Originally published in the Marina Times San Francisco August 2014 edition
I hope that my painting has the impact of giving someone, as it did me, the feeling of his own totality, of his own separateness, of his own individuality. —Barnett Newman
San Franciscans won’t have to wait for the MOMA to reopen to get a taste of modern art. Through October 12, the de Young will feature over 40 post World War II works from the Robert and Jane Meyerhoff collection in a special exhibit which includes works by Robert Rauschenberg, Roy Lichtenstein, Jasper Johns, Barnett Newman, Philip Guston, Frank Stella and others.
These innovative works of art explore the interaction of shape and color, paring down form to its bare essentials. Traditional narrative and meaning, in this genre, is often abandoned. Optical illusions, empty space, shadows and light are employed as the work instead of merely the environment surrounding the work. The identity of the art object becomes mysterious by virtue of its simplicity.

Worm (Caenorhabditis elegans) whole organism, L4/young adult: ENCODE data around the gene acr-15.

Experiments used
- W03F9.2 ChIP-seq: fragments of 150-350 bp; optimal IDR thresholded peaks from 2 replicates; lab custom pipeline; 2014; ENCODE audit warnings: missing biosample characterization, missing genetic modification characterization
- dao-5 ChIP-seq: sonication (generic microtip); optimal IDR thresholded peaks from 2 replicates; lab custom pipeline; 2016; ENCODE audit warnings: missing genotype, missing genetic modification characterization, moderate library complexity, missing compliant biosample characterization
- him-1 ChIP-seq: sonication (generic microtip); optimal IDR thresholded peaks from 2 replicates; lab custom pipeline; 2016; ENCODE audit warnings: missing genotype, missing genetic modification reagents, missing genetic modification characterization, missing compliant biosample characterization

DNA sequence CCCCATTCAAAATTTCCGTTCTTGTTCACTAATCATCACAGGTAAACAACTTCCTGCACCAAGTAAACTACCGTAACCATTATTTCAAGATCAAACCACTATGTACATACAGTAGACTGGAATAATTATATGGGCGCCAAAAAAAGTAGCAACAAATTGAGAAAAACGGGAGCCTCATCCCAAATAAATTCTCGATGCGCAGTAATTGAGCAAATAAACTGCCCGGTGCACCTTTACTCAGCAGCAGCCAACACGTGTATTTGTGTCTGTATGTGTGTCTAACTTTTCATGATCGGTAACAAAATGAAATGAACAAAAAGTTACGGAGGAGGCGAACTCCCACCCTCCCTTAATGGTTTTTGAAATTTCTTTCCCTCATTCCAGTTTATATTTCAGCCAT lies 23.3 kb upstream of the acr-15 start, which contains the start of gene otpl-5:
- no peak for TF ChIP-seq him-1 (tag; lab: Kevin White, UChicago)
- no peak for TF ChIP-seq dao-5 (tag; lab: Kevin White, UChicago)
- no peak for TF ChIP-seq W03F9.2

Frank Stella’s Flin Flon IV (1969) exemplifies the austerity of this era in abstract painting. Intersecting semicircular arcs combine with soft color creating a vibrating interaction of foreground and background that gives the viewer a sense of movement that borders on optical illusion. Ellsworth Kelley’s Orange Green from 1966 simplifies form even further by matching the tranquility of two intersecting colors like a sharper edged version of Mark Rothko’s earlier meditative canvases. Moody works by Jasper Johns and Philip Guston provide a certain amount of edgy contrast to the cool composure of Stella’s and Kelley’s minimalism.
The most prominent work in the exhibit, delegated to its own room and space, is Barnett Newman’s The Stations of the Cross (1958-66). A series consisting of fourteen paintings, Newman’s Stations indicates the movement of vertical forms on large canvases, black lines that change in shape and texture suggesting a kind of procession or movement of undulating sound.
A work of art is like a word. Considered on its own, it has little context. Taken with other words, it forms a sentence. Meaning is revealed. It’s the same with art. Modernism often removes the familiar context of recognizable imagery. The resulting landscape of form and color gives us, the viewer, room to dream.